White House Official Outlines Jobs Strategy The unemployment rate of 8.1 percent is the worst since 1983. Christina Romer, the chair of the Council of Economic Advisers, discusses what the White House is doing to get unemployment down.

White House Official Outlines Jobs Strategy

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ROBERT SIEGEL, host:

Now a talk with Christina Romer, who chairs President Obama's Council of Economic Advisors. Welcome to the program.

Professor CHRISTINA ROMER (Chairperson, Council of Economic Advisors): Thank you.

SIEGEL: There's some terrible unemployment numbers out today. What do they tell you about the economic outlook for the next few months?

Prof. ROMER: I mean, the first thing to say is they are, indeed, terrible. And we know that they really are a tragedy for the American people to see the unemployment rate go over 8 percent. That's certainly a lot of families hurting. I think the important thing from our point of view is it was largely expected. The president has been very careful to say that conditions would get worse before they get better. And unfortunately, we're in the they-will-get-worse part of this. And I think the thing we're trying to keep our eye on is, they will get better. And so we have, we feel we've put into place a very good plan that has lots of elements, and we fully expect it to eventually help the economy turn around. But there's just no way to say that we aren't hurting right now.

SIEGEL: How long do you think this it's-going-to-get-worse part is going to go on for?

Prof. ROMER: I think - I mean, I'm certainly looking at a lot of the private forecasters as well as our internal forecasters. And most them are saying, certainly, the first half of the year is going to be tough, and then it's the second half of the year when I think we start to see things turn around. And, you know, realistically, I think what we'll be seeing is smaller job losses for a while before we actually see them turn the other direction. But I'm certainly hoping by the end of the year that we're certainly in positive territory on GDP growth, and employment will be soon to follow.

SIEGEL: The other day when President Obama was asked about the stock market indexes and whether they indicate that investors haven't bought into the Obama program, he said that watching the indexes is like politicians watching the daily polls. They jump around a lot. If the Dow isn't a useful measure of economic confidence, are there any good, useful measures of economic confidence that you would turn to?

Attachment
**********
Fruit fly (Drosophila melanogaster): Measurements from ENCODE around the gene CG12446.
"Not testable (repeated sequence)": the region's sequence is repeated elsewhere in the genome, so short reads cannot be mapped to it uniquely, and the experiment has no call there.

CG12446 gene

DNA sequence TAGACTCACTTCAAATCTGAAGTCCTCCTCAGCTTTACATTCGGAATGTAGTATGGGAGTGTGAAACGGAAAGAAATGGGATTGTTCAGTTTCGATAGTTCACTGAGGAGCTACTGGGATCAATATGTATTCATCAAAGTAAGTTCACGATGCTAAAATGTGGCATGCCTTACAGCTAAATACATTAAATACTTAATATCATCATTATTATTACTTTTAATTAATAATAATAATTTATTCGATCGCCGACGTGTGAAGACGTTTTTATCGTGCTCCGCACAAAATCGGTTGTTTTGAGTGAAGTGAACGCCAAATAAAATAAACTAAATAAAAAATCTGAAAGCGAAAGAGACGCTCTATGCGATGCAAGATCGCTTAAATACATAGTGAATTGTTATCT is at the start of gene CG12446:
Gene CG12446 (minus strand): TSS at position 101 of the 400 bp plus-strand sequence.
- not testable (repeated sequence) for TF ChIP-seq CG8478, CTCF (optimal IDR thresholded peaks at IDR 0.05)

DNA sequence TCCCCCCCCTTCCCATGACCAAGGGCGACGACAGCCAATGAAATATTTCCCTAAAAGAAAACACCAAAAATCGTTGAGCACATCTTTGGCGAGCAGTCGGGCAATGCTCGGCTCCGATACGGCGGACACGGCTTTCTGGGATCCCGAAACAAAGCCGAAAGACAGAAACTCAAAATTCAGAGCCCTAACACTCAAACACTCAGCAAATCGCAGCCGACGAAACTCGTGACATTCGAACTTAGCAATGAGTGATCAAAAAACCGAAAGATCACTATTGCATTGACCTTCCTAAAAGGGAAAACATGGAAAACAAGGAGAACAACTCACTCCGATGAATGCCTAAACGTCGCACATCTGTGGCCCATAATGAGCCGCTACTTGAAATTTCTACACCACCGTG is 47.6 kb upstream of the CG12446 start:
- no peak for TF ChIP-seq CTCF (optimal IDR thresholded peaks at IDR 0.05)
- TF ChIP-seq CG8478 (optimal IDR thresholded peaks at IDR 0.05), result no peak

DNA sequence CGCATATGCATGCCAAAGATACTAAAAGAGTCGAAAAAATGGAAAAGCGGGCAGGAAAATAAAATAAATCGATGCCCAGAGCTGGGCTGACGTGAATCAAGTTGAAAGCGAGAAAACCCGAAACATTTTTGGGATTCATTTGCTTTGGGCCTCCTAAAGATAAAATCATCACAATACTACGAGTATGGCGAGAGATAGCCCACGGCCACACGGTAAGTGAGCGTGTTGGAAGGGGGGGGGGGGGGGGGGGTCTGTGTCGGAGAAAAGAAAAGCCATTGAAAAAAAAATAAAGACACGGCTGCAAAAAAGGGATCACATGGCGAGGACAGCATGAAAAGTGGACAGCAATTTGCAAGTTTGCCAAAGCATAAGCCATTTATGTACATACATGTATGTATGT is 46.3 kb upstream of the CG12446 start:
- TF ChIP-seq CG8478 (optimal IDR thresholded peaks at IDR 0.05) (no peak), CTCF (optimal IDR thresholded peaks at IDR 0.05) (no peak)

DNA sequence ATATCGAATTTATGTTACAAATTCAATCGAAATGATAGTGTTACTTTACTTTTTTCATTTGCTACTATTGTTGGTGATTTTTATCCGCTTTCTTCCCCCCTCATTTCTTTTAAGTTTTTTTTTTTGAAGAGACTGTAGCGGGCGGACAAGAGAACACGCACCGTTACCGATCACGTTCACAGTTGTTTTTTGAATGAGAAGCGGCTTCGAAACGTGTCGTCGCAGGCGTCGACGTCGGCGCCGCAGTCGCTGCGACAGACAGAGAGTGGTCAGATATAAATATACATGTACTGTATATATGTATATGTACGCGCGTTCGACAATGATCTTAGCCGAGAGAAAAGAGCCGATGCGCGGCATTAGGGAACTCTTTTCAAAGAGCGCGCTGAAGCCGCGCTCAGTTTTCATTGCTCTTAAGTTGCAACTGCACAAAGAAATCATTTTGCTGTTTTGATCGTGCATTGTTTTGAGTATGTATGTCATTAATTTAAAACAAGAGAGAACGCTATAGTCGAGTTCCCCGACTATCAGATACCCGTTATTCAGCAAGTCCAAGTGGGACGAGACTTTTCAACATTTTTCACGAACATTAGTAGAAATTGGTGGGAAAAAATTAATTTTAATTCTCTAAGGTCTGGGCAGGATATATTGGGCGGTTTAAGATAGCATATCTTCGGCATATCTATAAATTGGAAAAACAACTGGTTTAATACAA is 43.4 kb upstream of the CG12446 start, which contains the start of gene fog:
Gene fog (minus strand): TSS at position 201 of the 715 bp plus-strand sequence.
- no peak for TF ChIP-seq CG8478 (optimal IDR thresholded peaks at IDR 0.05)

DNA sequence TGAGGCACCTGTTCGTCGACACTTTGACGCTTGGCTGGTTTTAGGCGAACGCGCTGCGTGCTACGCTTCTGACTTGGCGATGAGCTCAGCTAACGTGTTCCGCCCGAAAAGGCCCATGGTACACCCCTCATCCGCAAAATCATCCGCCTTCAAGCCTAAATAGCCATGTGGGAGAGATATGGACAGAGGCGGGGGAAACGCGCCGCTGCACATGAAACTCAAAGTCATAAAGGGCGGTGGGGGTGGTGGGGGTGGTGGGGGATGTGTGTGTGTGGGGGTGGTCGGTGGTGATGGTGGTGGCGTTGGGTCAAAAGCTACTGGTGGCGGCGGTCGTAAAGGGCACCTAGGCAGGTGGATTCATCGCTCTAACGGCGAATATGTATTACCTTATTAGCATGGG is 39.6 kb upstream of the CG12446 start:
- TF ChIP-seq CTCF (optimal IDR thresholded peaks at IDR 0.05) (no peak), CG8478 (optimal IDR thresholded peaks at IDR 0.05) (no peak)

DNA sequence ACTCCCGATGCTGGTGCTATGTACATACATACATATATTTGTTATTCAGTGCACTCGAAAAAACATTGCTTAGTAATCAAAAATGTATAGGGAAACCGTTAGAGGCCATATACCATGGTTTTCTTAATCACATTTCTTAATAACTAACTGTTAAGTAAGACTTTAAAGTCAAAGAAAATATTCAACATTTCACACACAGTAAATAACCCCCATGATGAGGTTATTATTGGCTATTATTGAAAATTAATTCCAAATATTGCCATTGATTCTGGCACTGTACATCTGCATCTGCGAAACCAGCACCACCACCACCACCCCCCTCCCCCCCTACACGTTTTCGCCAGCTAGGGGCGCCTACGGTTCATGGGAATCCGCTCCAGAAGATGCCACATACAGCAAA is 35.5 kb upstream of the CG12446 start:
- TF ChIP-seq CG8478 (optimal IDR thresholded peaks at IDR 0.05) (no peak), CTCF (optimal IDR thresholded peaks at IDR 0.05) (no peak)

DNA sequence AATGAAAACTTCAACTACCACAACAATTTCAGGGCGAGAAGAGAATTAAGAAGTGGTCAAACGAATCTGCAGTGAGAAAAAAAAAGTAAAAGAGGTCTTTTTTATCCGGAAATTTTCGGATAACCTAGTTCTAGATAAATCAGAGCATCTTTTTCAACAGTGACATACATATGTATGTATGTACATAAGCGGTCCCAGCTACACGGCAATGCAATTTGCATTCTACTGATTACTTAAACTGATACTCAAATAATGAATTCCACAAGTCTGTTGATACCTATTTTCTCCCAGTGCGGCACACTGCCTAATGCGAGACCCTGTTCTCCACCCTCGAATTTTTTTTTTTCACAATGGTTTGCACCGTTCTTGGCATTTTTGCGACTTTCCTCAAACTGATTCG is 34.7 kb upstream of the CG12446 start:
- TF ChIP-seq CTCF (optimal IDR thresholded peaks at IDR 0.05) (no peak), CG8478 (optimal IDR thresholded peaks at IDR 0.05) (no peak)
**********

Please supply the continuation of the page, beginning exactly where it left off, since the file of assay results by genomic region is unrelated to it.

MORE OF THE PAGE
Prof. ROMER: I think the president had a good point of view there that, you know, confidence is inherently a hard thing to measure, and it's - we know it's very important, but it is a hard thing to tell when it's turned. Well, I certainly look at the various surveys, the Michigan Survey, the Rasmussen Survey. You know, they're certainly one way to get a read on consumers. Probably, ultimately, the best read is going to be: Do we see them spending? And that's certainly the kind of data that I'll be looking at to see if they are doing what we hope they will do.

SIEGEL: Consumer spending.

Prof. ROMER: Absolutely.

SIEGEL: I want to read something to you from a Financial Times column today. Gillian Tett writes: The government ought to persuade investors that banks are so healthy they cannot collapse, or promise to protect creditors if they do collapse. Instead, she writes, instead of doing something like nationalizing the banks, the U.S. and many European countries are rolling out piecemeal solutions. Meanwhile, efforts to persuade voters that banks are healthy are failing to convince, mainly because there is still so much uncertainty about asset values. Are you concerned - should the government be doing more? Should we be doing what Ms. Tett suggests?

Ms. ROMER: I feel we are doing a lot more. So - and the important thing we've announced, the stress test, and it's in the process of happening. That's exactly trying to get a good read on banks. And unfortunately, it takes a while. I mean, to do the test well just inherently is not an overnight procedure. And unfortunately, that creates a few weeks of uncertainty, but I think it is going to eventually give us a good read, and I think that will eventually be very comforting to people, to have a sense of where the banks are and what we need to do to make them healthy.

SIEGEL: The phrase a few weeks of uncertainty - at this stage, sounds fairly optimistic.

Ms. ROMER: I mean, I certainly am optimistic. I like to tell people that we wouldn't be taking all these policies if we didn't really think they'd work. And that is why I'm certainly very optimistic. I feel we have put in place, again, not just this very big, bold fiscal stimulus, but a good financial stabilization, a very good housing policy. And I do think they are going to have effects. You know, I think there certainly will be problems, or what as Tim Geithner always calls, you know, bumps along the way. But I do think it's fundamentally a sound policy, and it will eventually resolve that uncertainty and put us back on the right path.

SIEGEL: Well, Christina Romer, thank you very much for talking with us today.

Ms. ROMER: Great to be here.

SIEGEL: That's Christina Romer, who chairs President Obama's Council of Economic Advisors.

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